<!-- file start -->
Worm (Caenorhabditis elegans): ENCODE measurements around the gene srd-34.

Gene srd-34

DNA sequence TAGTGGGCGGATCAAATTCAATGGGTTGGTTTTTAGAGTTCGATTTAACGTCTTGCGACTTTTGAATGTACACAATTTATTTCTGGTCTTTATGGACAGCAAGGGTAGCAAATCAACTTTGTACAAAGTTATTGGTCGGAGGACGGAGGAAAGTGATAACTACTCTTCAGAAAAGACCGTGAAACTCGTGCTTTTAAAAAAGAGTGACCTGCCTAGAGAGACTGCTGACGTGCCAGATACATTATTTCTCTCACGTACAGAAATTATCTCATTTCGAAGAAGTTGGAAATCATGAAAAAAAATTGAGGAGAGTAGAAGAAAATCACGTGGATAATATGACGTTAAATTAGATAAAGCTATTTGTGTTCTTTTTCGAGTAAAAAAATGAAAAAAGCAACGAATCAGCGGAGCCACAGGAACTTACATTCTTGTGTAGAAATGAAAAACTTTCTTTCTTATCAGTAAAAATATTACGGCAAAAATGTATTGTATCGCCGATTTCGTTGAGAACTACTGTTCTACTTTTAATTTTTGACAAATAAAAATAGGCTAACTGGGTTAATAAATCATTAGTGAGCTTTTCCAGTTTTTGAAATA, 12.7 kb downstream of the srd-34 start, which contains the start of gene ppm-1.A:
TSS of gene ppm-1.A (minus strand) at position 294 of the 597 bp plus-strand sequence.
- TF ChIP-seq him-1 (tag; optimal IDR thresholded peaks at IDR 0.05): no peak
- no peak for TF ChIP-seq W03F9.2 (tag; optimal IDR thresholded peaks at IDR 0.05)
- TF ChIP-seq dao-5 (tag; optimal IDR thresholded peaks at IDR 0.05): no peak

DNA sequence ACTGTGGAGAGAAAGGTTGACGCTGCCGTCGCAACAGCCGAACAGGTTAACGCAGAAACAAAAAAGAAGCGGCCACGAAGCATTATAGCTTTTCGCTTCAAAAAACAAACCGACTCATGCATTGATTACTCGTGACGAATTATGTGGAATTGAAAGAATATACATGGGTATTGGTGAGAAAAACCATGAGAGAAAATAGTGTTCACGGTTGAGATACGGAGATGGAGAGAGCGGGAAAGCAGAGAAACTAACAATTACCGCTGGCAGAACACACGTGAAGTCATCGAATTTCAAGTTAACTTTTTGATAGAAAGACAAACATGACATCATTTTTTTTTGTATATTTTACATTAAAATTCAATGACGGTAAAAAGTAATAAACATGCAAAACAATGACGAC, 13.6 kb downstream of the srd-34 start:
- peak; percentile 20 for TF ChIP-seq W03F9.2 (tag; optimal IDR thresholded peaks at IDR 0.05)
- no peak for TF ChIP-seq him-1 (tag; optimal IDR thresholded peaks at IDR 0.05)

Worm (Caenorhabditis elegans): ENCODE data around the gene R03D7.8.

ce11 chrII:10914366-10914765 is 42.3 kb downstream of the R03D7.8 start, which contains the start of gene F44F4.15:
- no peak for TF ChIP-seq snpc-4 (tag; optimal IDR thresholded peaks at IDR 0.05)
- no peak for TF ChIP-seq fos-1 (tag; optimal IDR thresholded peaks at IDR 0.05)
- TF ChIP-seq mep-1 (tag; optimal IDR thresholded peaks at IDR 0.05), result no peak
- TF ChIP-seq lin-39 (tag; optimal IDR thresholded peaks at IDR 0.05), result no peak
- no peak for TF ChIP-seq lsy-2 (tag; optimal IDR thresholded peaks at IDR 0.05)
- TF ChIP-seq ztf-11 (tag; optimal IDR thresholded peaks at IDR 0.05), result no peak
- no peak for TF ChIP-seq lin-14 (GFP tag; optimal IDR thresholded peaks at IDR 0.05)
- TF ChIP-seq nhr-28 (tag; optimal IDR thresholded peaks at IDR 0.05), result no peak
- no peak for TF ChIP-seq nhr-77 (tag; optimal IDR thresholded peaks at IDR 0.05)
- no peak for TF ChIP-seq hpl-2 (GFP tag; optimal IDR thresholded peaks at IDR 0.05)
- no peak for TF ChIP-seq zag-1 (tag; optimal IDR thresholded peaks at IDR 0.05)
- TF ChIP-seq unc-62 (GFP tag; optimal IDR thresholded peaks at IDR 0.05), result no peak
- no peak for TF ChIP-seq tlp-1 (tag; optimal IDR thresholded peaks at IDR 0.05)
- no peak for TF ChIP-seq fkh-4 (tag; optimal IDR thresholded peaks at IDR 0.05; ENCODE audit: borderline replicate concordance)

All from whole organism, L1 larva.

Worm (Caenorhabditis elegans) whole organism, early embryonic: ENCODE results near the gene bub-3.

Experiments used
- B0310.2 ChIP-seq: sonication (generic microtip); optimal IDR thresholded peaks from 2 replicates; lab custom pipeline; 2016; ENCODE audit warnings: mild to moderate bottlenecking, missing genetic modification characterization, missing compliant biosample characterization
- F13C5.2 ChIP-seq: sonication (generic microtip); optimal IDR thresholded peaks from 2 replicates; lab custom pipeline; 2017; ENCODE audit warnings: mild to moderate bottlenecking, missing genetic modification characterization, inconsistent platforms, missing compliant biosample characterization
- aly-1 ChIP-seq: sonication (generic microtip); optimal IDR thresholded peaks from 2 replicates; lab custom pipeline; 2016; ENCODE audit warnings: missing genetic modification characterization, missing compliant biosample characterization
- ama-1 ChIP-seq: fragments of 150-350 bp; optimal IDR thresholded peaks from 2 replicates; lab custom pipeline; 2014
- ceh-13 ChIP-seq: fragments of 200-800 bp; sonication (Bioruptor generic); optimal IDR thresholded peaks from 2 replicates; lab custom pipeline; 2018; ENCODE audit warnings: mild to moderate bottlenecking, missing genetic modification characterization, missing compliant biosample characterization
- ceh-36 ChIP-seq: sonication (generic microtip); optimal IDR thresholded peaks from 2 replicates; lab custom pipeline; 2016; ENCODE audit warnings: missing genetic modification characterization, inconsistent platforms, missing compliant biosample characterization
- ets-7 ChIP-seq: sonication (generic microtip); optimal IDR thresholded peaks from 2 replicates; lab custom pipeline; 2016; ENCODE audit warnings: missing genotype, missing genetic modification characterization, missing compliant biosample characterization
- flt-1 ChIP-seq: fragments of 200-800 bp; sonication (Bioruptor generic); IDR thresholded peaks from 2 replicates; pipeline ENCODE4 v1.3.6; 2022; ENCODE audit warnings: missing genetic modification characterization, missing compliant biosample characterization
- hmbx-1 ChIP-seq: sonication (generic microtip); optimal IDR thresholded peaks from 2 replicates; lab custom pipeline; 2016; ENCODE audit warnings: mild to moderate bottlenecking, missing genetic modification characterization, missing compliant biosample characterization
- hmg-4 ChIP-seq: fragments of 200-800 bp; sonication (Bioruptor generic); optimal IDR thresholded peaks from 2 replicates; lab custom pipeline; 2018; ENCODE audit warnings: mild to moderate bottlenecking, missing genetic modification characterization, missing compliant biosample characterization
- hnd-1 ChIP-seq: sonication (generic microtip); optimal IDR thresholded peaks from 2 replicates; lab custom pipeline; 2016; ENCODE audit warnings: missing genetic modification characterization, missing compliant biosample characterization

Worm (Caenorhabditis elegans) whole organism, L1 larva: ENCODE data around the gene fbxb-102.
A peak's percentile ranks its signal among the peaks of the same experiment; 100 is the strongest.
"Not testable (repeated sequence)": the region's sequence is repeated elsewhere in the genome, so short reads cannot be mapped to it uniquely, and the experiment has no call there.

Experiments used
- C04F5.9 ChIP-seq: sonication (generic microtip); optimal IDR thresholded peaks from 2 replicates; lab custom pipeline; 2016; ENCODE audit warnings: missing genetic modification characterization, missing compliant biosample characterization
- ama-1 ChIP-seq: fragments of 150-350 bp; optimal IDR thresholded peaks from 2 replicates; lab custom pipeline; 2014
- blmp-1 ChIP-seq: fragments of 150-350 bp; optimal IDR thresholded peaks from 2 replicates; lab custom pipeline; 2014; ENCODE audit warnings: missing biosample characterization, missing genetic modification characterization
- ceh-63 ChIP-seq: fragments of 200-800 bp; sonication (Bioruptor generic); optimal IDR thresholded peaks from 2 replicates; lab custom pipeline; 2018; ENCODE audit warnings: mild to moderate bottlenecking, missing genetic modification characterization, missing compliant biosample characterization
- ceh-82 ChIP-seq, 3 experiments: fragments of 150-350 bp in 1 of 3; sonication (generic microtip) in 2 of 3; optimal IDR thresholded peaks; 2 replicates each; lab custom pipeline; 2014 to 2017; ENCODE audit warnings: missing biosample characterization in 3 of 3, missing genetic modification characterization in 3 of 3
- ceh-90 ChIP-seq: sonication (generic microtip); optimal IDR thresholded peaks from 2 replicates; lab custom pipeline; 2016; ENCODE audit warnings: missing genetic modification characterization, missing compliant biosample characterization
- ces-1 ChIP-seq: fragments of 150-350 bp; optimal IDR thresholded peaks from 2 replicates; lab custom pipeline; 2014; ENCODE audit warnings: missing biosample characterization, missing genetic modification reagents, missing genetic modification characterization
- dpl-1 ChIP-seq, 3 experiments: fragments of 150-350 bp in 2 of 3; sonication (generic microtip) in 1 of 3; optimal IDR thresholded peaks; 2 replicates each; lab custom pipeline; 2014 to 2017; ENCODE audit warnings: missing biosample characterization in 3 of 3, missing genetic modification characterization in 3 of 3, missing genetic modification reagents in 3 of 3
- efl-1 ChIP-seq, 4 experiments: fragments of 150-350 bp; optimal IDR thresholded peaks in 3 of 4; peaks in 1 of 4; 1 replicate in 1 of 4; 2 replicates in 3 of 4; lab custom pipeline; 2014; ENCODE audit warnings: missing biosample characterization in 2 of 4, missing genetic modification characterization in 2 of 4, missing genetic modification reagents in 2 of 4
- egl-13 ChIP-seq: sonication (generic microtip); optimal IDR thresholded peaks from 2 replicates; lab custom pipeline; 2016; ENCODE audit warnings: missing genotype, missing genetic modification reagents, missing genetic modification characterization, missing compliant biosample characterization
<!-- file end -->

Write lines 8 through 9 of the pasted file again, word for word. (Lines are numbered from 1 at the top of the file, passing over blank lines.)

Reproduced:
DNA sequence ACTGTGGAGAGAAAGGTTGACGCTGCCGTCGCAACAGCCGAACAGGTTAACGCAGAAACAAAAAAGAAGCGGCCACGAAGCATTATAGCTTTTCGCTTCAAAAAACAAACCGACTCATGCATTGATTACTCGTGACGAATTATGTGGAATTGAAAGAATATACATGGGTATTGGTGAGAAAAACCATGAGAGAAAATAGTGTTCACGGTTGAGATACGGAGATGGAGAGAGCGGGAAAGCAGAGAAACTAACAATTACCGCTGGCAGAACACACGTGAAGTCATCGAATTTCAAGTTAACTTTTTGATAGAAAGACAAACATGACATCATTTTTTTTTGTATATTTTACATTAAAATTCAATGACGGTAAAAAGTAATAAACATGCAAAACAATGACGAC, 13.6 kb downstream of the srd-34 start:
- peak; percentile 20 for TF ChIP-seq W03F9.2 (tag; optimal IDR thresholded peaks at IDR 0.05)